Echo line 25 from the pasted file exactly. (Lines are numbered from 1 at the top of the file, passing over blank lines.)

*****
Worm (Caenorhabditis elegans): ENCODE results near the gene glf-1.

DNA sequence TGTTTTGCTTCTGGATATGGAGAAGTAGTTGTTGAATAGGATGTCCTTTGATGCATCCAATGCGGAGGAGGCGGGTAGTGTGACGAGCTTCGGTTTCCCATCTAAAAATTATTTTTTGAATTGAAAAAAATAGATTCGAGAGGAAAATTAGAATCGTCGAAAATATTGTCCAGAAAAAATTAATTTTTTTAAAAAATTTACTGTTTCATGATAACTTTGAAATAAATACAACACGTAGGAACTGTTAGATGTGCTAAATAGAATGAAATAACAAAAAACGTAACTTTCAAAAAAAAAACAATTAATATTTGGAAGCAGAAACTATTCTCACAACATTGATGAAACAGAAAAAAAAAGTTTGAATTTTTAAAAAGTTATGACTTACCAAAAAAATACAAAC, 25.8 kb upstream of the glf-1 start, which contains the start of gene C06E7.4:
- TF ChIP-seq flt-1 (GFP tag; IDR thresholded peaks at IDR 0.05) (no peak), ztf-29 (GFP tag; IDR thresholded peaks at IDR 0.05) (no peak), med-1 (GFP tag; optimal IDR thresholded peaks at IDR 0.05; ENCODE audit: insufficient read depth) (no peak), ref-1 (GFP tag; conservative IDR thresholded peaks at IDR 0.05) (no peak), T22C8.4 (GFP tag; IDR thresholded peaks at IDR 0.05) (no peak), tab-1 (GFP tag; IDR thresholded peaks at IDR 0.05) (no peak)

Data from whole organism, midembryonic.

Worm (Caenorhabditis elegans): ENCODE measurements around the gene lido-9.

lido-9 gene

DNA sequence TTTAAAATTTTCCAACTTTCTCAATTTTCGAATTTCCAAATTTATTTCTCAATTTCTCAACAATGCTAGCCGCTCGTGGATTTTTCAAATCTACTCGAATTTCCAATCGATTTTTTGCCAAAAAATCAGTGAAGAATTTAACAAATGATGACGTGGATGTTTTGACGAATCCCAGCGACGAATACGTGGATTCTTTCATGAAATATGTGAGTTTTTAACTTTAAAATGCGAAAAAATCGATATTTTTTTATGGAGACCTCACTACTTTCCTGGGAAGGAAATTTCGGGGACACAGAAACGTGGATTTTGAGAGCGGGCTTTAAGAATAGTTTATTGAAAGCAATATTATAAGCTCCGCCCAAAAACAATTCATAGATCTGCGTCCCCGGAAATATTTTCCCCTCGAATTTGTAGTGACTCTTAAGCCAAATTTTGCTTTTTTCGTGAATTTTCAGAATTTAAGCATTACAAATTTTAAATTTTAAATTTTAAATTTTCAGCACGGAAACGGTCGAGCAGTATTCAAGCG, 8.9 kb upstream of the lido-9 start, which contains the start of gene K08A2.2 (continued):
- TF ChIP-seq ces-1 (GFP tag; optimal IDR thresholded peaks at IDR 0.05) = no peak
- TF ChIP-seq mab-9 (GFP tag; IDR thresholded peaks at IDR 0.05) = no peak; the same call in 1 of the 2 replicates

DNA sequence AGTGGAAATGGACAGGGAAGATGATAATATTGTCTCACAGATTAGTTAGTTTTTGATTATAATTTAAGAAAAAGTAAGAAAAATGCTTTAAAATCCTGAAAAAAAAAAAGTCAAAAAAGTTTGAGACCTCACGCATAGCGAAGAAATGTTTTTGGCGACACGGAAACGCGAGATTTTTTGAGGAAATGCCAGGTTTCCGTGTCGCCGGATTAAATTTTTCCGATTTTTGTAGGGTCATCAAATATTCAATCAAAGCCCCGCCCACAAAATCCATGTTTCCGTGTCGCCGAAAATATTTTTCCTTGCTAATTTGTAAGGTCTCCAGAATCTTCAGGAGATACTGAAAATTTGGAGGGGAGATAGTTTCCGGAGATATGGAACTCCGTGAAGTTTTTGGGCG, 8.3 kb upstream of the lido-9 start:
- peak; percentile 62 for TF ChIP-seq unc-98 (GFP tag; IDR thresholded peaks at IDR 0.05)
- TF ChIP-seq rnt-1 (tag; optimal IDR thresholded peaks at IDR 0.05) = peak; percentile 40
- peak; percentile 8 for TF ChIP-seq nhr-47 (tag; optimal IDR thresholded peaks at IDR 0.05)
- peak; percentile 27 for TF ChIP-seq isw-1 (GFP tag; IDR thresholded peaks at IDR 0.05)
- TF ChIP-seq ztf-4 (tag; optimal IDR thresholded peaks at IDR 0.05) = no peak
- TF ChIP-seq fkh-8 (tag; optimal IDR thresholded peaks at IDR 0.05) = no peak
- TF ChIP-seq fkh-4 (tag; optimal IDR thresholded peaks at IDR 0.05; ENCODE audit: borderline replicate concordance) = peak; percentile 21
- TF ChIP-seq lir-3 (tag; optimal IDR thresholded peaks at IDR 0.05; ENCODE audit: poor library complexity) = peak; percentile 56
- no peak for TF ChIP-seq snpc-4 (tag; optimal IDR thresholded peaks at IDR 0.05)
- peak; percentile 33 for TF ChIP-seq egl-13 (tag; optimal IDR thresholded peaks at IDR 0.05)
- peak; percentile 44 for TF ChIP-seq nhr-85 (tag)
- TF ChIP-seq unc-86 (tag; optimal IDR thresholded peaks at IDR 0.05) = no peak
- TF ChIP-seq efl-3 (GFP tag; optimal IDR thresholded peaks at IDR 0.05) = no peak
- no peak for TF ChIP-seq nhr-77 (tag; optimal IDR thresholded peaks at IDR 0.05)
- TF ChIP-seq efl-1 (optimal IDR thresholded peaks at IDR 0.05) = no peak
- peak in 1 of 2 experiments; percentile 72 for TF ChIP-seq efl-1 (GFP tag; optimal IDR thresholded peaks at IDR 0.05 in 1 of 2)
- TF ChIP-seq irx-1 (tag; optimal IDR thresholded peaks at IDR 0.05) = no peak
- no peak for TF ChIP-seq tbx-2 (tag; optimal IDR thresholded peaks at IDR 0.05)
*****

- TF ChIP-seq efl-1 (optimal IDR thresholded peaks at IDR 0.05) = no peak